minimum riparian buffer. I will fight for this, as well as to ensure that
priority is given to considering all important uses of water, including
drinking water, agriculture, and support of aquatic system integrity.
Growth and development
Athens has been nationally recognized as one of the fastest sprawling
areas in the U.S. What can be done at the state level to curb sprawl?
What have you done and what will you do to help prevent sprawl and its
Why don't we like sprawl? First, the cost - for infrastructure, police
and fire protection, roads. It's bad for the economy. It costs more to
build subdivisions the way we have. And second, the environmental impacts
- on air and water quality, and loss of open space. Part of the picture
in slowing sprawl is the Greenspace program; our transportation policy,
and regulatory and incentive programs.
I supported the Community Greenspace initiative, which is a great start.
I made sure that the TDR enabling legislation was amended to make it easier
for ACC to implement this market-driven land preservation tool. There
are other innovative solutions. DCA has funds available for local governments
for infrastructure improvements; we can make sure that communities that
implement "smart growth" policies - like protecting greenspace,
encouraging infill and mixed-use development - are given higher priority
for receiving these funds. We will need to regulate the use of septic
tanks. It is now customary for subdivisions to use septic systems for
wastewater and wells for drinking water. But there are no safeguards in
place to ensure that septic systems are maintained, so they fail, and
when that happens our drinking water sources become polluted. This is
an example of better environmental control and enforcement that are needed,
for public health reasons, that will slow down sprawl. We need to continue
to find innovative programs that allow local governments to coordinate
federal and state dollars that are available for "smart growth"
Air quality, water quality, and public health are all negatively impacted
by our excessive dependence on the automobile for transportation. What
kinds of alternatives to automobile transportation do you support? What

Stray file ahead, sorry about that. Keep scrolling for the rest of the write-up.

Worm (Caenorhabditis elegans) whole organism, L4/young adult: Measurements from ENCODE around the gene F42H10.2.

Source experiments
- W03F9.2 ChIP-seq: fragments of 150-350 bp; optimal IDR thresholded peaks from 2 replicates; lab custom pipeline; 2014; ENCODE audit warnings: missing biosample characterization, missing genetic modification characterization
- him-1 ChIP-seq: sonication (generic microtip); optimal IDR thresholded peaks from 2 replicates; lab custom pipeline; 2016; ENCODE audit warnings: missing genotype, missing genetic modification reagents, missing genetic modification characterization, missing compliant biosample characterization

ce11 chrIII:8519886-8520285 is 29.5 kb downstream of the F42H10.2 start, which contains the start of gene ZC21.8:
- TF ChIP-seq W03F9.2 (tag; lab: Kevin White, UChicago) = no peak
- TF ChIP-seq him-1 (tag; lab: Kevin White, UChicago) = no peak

have you done and will you do to help us to expand our transportation
choices here in Athens?
We need to have a vision of transportation for the future which takes
into account more than just road-building; and we need to start now to
create the infrastructure for the future. We took the first step toward
creating that infrastructure by passing GARVEE bonding, which allows the
state to borrow money at historically low rates based on the federal transportation
funds we expect to receive in the future. This will allow us to build
transportation systems that look to the future, that will move people
efficiently and effectively, with more choices than just automobiles;
this must include commuter rail. By investing in infrastructure that will
allow people to travel by more efficient, less polluting means than the
automobile, we'll save money in other areas, and we'll give our area relief
from air pollution. This is especially true for Athens, with the growing
congestion on 316.
In order to make commuter rail viable, ticket prices would need to be
affordable. We should not expect rail tickets to completely cover the
costs of running the line. We subsidize roads astronomically; road users
don't pay anywhere near the true cost of building and maintaining our
roads. So why impose that kind of cost analysis on rail or other alternative
But providing commuter rail is only part of the picture. We have to be
prepared to receive rail. The local transportation system has to be ready
to move the rail commuters - many of whom will likely be UGA students
- efficiently and effectively. If we have a well-functioning transportation
system here, and in Atlanta, commuter rail will become a reality.